Cedars-Sinai Investigators Exploring the Connection Between the Microbiome and Diabetes
Mar 03, 2020 Cedars-Sinai Staff
Since the Human Microbiome Project was established by the National Institute of Health in 2008, clinicians and researchers have come a long way in understanding how changes in our microorganisms, specifically bacteria, may correlate to certain diseases—such as diabetes.
Ruchi Mathur, MD, endocrinologist and director of the Diabetes Outpatient Teaching Education Center at Cedars-Sinai, is researching the connection between the microbiome and Type 2 diabetes, specifically investigating a sub-classification of Type 2 diabetes associated with the microbiome.
Ruchi Mathur, MD
Ruchi Mathur, MD
"Diversity is a good thing. A Western diet high in fast food and processed food alters the gut microbiome such that the microbial diversity is much less. We know that is not a healthy change."
"The way we classify diabetes is going to change," Mathur says. "In the future, we'll be looking at Type 2 diabetes and dividing it further into what we might call Type 2a microbiome-associated diabetes, Type 2b, etc."
Why the small intestine is key to the next phase of microbiome research
Almost half of all the cells in the human body aren't human at all—they're microbial.
The interplay between the human host and its bacterial inhabitants is "ancient and complex," Mathur says, making this area of research one of "intense interest and exploration."
This is where the Medically Associated Science and Technology (MAST) program at Cedars-Sinai comes in. Mathur is part of a team of investigators in MAST who are studying the small bowel microbiome. One of these current studies, known as REIMAGINE, is a large-scale study that looks at the microorganisms in the small intestine, along with multiple biological and anthropomorphic parameters.
The purpose of the study is to examine how the small intestinal microbial "fingerprint" may change in various disease states, such as diabetes.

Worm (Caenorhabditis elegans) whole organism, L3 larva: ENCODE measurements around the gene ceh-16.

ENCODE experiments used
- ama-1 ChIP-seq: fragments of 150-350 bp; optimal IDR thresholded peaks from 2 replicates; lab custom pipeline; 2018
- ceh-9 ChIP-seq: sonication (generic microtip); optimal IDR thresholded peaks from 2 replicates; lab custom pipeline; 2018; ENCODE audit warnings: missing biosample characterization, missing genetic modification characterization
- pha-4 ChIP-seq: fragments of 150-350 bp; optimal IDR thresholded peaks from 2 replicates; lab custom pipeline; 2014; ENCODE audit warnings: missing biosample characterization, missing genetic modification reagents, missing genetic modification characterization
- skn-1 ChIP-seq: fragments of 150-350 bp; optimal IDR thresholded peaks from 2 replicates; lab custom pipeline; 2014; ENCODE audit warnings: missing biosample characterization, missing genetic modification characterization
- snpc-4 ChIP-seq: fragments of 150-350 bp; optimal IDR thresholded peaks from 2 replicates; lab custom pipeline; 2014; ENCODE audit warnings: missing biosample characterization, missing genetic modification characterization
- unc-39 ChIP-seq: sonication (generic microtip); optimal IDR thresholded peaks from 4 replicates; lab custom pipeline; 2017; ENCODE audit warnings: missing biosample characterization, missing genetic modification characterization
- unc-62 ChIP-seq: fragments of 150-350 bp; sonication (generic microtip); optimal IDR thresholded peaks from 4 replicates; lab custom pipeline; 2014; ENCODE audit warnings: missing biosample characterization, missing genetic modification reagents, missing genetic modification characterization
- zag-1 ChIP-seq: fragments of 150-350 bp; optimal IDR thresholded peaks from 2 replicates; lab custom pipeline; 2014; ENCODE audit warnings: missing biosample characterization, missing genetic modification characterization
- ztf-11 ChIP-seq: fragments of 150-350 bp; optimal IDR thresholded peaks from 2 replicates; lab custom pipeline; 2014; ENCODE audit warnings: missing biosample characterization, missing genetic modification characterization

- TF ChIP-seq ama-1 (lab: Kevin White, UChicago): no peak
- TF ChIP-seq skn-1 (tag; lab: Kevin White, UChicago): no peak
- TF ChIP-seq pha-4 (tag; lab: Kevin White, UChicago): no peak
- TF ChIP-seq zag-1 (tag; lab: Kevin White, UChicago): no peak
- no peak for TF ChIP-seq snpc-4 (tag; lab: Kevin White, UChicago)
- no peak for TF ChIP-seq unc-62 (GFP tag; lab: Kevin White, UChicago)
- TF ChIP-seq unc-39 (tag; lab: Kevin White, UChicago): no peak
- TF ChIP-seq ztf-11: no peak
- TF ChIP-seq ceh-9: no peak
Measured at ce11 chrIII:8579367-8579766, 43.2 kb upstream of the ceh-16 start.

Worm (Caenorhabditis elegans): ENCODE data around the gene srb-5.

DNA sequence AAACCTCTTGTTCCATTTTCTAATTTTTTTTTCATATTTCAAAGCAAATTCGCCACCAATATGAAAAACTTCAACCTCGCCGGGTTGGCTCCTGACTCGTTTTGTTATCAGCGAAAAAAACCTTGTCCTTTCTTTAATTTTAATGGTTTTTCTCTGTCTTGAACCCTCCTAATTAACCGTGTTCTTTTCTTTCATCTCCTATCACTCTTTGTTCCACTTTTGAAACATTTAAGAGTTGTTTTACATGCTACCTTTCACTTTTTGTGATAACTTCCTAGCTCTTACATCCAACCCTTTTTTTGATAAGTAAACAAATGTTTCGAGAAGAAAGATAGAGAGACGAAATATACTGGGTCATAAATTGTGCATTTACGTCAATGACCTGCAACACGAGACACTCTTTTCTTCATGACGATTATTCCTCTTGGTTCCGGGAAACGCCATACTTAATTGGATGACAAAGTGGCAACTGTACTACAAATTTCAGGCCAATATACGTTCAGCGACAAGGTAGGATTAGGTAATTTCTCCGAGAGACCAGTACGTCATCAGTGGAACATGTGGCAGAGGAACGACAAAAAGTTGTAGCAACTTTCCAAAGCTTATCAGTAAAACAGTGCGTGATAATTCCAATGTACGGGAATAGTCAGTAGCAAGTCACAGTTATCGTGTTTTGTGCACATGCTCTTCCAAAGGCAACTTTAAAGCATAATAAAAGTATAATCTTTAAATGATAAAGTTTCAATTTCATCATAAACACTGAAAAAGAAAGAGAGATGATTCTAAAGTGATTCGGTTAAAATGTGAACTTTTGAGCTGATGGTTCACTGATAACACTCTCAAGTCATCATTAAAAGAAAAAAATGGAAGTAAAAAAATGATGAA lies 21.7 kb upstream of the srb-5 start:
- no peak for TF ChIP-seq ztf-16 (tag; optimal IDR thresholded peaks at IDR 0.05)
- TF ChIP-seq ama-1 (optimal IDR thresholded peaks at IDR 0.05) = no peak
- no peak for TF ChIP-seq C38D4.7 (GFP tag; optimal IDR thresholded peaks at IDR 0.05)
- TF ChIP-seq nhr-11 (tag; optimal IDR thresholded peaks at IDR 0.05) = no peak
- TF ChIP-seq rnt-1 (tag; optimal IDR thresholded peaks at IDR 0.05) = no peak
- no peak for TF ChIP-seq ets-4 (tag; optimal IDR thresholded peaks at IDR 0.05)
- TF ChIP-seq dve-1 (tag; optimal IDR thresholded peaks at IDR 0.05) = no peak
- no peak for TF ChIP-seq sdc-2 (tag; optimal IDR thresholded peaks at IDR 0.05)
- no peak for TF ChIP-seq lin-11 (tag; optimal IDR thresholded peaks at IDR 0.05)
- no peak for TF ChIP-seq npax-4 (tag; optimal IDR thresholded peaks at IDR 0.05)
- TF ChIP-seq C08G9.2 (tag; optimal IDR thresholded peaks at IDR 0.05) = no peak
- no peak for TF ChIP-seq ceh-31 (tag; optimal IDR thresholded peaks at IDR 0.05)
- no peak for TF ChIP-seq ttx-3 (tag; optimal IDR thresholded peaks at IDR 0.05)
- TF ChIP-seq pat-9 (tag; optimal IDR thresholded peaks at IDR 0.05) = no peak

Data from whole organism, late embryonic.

"By characterizing these changes, we can focus on where to personalize interventions," notes Mathur.
Up until now, investigators have largely relied on stool samples to characterize the gut microbiome. However, Mathur says it's important to look at the small intestine specifically. This is what makes MAST and the REIMAGINE initiative so innovative in its approach.
"Stool is great, but the small intestine is where we're seeing a more accurate picture of the microbiome in the small bowel," Mathur says. "Changes in the small bowel may not be accurately reflected when we simply focus on stool."
What we know about microbial diversity and diabetes
Investigators such as Mathur hope to better illustrate how a person's own genetic and metabolic profile interacts with the gut microbiome. The interplay may influence insulin resistance, inflammation and metabolism.
Mathur says that when it comes to metabolic diseases such as obesity and diabetes, a common thread is that there is a lack of microbial diversity in the stool.
"If you look at someone who is eating a North American diet and compare them to someone eating a diet rich in plant fibers, the person consuming a plant-rich diet tends to have more microbial diversity in the gut," Mathur explained in an interview with Endocrine Today. "Diversity is a good thing. A Western diet high in fast food and processed food alters the gut microbiome such that the microbial diversity is much less. We know that is not a healthy change."
How targeting bacterial microbes can lead to better, more personalized treatment for diabetes
Once investigators identify microbial patterns that are associated with human disease, the potential is "enormous," Mathur says.
"Imagine if, in a subset of humans with chronic diseases such as diabetes, we could alter the microbiome in a beneficial way, such that we could reduce the burden of disease on the human host," Mathur says. "That would be groundbreaking and life-changing. Our group is trying to move the science in that direction."